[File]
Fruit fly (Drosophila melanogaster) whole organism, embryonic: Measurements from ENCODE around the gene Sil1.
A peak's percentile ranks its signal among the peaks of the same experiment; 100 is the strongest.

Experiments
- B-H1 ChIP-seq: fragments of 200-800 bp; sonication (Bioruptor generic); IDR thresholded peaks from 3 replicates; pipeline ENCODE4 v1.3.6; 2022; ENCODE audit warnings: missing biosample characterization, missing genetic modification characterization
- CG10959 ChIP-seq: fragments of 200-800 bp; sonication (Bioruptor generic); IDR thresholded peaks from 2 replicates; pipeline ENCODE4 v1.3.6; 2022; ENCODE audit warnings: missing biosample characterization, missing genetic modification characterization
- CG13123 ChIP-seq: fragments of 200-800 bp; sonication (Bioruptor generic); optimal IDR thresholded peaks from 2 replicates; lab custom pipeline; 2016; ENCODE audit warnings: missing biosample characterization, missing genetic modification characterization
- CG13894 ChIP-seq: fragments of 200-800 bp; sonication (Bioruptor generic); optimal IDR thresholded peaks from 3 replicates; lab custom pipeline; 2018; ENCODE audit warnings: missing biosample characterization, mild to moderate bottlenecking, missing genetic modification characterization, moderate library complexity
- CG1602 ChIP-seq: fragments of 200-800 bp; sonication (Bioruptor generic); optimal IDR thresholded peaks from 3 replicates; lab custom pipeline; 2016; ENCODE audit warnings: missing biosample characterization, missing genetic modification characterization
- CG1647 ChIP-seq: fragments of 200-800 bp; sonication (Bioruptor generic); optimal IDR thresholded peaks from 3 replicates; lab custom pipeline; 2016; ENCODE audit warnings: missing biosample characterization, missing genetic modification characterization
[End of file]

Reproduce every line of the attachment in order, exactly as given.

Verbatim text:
Fruit fly (Drosophila melanogaster) whole organism, embryonic: Measurements from ENCODE around the gene Sil1.
A peak's percentile ranks its signal among the peaks of the same experiment; 100 is the strongest.

Experiments
- B-H1 ChIP-seq: fragments of 200-800 bp; sonication (Bioruptor generic); IDR thresholded peaks from 3 replicates; pipeline ENCODE4 v1.3.6; 2022; ENCODE audit warnings: missing biosample characterization, missing genetic modification characterization
- CG10959 ChIP-seq: fragments of 200-800 bp; sonication (Bioruptor generic); IDR thresholded peaks from 2 replicates; pipeline ENCODE4 v1.3.6; 2022; ENCODE audit warnings: missing biosample characterization, missing genetic modification characterization
- CG13123 ChIP-seq: fragments of 200-800 bp; sonication (Bioruptor generic); optimal IDR thresholded peaks from 2 replicates; lab custom pipeline; 2016; ENCODE audit warnings: missing biosample characterization, missing genetic modification characterization
- CG13894 ChIP-seq: fragments of 200-800 bp; sonication (Bioruptor generic); optimal IDR thresholded peaks from 3 replicates; lab custom pipeline; 2018; ENCODE audit warnings: missing biosample characterization, mild to moderate bottlenecking, missing genetic modification characterization, moderate library complexity
- CG1602 ChIP-seq: fragments of 200-800 bp; sonication (Bioruptor generic); optimal IDR thresholded peaks from 3 replicates; lab custom pipeline; 2016; ENCODE audit warnings: missing biosample characterization, missing genetic modification characterization
- CG1647 ChIP-seq: fragments of 200-800 bp; sonication (Bioruptor generic); optimal IDR thresholded peaks from 3 replicates; lab custom pipeline; 2016; ENCODE audit warnings: missing biosample characterization, missing genetic modification characterization